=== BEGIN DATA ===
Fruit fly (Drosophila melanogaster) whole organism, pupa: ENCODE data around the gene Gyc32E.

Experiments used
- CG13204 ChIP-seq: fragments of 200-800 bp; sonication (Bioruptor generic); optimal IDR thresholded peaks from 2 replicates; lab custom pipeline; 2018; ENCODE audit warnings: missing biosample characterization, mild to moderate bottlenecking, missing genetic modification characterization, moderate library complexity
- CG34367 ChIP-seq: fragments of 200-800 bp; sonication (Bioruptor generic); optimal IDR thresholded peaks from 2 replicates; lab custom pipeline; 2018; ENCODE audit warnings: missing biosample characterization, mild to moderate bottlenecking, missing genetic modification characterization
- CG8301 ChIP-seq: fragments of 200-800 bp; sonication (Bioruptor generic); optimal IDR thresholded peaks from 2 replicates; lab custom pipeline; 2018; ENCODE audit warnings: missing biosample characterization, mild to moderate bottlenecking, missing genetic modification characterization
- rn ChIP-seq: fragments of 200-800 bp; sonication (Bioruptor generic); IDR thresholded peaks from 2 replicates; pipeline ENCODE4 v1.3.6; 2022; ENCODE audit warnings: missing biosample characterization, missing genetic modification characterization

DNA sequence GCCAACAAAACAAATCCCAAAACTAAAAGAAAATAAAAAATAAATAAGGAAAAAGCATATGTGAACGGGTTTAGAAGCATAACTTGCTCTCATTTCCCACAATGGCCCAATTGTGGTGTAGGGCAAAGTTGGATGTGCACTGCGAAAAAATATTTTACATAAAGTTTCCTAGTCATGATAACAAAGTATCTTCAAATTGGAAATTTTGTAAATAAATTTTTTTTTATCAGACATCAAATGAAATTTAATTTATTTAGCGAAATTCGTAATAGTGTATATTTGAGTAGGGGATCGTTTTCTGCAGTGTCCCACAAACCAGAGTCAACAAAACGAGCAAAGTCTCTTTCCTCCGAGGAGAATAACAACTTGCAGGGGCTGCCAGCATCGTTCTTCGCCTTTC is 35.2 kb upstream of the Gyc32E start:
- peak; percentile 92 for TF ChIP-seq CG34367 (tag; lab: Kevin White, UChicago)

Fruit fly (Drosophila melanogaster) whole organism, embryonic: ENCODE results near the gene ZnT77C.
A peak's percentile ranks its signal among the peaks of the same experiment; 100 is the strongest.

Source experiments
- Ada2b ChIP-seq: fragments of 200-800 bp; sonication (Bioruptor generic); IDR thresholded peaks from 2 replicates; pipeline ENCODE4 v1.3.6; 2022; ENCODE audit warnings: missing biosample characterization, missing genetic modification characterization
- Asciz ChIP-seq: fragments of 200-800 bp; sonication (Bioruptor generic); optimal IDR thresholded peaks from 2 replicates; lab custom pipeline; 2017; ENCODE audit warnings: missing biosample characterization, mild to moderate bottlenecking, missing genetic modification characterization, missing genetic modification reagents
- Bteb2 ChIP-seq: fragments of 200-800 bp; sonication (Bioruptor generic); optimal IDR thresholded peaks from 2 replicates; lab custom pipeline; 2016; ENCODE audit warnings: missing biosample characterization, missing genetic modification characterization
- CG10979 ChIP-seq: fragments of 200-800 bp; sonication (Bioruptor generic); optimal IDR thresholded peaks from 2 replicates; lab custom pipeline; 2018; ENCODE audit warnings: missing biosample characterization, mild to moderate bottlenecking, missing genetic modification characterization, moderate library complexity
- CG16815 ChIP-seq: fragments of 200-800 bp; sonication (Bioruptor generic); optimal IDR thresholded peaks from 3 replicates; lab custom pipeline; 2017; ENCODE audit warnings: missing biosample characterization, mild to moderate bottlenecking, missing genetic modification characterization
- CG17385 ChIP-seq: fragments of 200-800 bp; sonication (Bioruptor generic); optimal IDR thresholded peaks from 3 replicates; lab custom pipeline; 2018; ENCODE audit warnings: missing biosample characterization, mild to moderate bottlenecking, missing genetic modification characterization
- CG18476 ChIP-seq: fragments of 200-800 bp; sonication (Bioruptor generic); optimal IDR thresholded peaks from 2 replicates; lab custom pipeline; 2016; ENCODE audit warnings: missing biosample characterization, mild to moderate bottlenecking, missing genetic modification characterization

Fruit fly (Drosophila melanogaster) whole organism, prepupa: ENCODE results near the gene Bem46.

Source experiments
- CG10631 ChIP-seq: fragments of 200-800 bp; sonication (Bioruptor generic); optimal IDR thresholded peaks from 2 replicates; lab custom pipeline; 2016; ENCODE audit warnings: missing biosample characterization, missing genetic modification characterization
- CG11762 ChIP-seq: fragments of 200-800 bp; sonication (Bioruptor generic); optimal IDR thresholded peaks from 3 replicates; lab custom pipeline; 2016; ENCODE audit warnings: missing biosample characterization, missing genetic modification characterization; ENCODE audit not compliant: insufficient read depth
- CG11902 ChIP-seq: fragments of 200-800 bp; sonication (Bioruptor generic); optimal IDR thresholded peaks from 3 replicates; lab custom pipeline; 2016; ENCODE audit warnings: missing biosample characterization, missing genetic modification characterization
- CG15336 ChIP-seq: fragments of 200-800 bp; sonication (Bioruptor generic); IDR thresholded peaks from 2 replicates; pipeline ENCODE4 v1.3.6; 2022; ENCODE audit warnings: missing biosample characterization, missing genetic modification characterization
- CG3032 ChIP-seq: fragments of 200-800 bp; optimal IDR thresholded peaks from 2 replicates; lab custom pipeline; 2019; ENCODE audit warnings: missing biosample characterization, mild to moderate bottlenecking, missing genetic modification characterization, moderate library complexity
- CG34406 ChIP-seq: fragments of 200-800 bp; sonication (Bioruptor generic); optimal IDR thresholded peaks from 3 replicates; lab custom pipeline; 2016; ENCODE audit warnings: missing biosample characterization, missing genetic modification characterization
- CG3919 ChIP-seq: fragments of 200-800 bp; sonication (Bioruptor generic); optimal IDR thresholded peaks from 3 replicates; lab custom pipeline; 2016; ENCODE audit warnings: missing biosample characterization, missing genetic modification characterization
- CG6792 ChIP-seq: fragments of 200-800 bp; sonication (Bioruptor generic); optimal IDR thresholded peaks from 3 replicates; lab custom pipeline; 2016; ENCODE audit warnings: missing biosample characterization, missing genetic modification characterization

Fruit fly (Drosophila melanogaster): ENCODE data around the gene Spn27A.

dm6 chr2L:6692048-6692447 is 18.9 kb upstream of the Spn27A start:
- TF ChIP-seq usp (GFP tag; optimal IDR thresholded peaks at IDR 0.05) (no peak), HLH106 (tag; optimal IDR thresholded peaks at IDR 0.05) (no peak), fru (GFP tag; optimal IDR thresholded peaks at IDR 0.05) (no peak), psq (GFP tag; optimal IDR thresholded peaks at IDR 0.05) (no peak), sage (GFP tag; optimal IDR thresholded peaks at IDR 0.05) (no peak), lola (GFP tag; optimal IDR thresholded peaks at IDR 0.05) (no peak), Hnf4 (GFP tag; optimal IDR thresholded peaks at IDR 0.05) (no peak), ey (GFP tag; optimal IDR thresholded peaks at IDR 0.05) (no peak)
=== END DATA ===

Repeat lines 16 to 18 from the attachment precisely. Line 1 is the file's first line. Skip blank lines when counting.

- CG16815 ChIP-seq: fragments of 200-800 bp; sonication (Bioruptor generic); optimal IDR thresholded peaks from 3 replicates; lab custom pipeline; 2017; ENCODE audit warnings: missing biosample characterization, mild to moderate bottlenecking, missing genetic modification characterization
- CG17385 ChIP-seq: fragments of 200-800 bp; sonication (Bioruptor generic); optimal IDR thresholded peaks from 3 replicates; lab custom pipeline; 2018; ENCODE audit warnings: missing biosample characterization, mild to moderate bottlenecking, missing genetic modification characterization
- CG18476 ChIP-seq: fragments of 200-800 bp; sonication (Bioruptor generic); optimal IDR thresholded peaks from 2 replicates; lab custom pipeline; 2016; ENCODE audit warnings: missing biosample characterization, mild to moderate bottlenecking, missing genetic modification characterization